The Negative Effects of Television on Children and Adolescents

             The Negative Effects of Television on Children and Adolescents.

             Television is one of America's favorite pastimes. It has become almost second nature to turn the TV on because of the need for entertainment, the need to satisfy boredom, or merely for background noise. Many people even leave the TV on while they perform other household duties. Often, children are placed near a TV set while their parents or babysitters tend to other business. Children are instantly attracted to the flashy colors and stimulating sounds provided through television. At a glance, children watching television seems harmless, however, various studies have proven that this is not a harmless activity. According to Pediatrics, "The average child or adolescent watches an average of nearly 3 hours of television per day. By the time the average person reaches age 70, he or she will have spent the equivalent of 7 to 10 years watching television” (1).

             This massive amount of time spent viewing television exceeds the amount of time a child will have spent in school. .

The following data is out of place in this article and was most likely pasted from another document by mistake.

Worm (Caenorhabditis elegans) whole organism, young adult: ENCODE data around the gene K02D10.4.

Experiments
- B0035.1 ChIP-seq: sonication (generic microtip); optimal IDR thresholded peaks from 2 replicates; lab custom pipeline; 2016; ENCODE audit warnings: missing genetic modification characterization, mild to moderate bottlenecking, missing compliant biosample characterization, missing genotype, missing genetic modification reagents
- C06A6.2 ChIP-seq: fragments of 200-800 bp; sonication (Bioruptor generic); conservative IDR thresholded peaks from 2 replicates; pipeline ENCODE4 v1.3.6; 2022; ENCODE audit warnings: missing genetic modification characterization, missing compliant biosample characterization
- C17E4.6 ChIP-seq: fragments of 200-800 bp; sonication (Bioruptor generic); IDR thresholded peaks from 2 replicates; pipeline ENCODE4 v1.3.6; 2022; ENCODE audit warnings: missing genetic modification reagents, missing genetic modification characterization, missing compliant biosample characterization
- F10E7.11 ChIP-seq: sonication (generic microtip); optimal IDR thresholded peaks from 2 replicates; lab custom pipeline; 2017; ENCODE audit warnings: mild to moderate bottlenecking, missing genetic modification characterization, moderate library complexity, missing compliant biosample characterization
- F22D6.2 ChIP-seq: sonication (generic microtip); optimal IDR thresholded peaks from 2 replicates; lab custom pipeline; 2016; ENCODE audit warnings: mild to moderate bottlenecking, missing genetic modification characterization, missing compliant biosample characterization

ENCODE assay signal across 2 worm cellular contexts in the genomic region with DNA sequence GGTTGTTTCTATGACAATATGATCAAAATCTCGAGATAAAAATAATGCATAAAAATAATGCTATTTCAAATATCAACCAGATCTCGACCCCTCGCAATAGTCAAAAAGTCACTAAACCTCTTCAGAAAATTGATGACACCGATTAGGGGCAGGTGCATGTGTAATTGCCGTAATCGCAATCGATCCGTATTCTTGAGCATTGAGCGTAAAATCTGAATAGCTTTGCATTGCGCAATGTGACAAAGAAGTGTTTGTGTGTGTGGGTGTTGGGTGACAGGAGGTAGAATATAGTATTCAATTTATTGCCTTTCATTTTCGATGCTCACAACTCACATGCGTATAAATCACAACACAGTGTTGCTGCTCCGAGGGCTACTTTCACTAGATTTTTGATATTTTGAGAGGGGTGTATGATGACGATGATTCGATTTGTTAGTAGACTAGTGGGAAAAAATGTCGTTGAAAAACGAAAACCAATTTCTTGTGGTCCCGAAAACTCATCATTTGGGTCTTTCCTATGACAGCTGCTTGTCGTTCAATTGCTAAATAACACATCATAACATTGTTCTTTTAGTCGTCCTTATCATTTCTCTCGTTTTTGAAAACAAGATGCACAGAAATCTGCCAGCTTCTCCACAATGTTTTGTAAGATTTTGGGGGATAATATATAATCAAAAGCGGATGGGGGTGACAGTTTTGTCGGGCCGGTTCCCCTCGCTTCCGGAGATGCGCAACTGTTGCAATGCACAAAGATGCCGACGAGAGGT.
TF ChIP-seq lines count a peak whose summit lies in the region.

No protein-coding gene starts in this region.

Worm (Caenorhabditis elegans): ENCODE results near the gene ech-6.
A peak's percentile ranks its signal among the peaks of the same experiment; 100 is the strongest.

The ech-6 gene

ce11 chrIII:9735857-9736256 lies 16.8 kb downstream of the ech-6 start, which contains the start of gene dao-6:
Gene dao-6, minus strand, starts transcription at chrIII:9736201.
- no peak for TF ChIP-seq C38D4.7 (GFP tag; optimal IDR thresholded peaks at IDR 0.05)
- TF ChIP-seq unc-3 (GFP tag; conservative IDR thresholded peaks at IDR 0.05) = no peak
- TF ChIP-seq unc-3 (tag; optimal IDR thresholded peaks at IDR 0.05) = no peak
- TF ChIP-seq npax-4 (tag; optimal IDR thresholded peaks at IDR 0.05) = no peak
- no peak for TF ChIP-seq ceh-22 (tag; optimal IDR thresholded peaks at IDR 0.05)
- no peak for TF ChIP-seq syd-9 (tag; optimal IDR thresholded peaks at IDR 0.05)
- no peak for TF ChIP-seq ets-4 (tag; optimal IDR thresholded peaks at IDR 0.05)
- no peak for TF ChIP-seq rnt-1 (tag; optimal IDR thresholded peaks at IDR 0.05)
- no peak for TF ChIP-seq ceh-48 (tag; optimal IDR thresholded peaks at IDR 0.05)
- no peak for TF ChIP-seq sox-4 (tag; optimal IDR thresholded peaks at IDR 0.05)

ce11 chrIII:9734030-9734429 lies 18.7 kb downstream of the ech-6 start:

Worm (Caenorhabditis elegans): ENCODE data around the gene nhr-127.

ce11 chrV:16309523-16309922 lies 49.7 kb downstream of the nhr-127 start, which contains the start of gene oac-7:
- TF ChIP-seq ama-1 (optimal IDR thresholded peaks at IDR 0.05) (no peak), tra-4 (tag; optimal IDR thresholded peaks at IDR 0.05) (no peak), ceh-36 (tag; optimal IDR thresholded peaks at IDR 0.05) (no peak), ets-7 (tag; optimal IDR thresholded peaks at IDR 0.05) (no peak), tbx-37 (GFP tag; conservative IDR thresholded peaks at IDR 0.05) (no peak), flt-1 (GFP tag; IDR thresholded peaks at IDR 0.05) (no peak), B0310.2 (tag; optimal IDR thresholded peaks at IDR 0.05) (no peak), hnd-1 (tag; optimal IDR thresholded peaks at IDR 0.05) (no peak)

Naturally, the television provides children with learning much of the time they are watching. However, not all learning is positive. In most cases, children are learning about stereotypes, aggression, and violence on mainstream shows. The effect of TV's negative messages on children is especially direct and harmful. "Children and adolescents are particularly vulnerable to the messages conveyed through television, which influence their perceptions and behaviors” (Pediatrics 1). In children's' psychological development, they do not always assume that what is being viewed on the TV is pretend. The conceptual development of what is "real” and "pretend” is still taking place in childhood and even into early adolescence.

             In Psychology and the Media: A Second Look, it is stated that "Graphic portrayals of explicit violence and brutal sexuality have exploded in the recent years in virtually all aspects of our popular culture, particularly through the mass media” (Schwartz 174).

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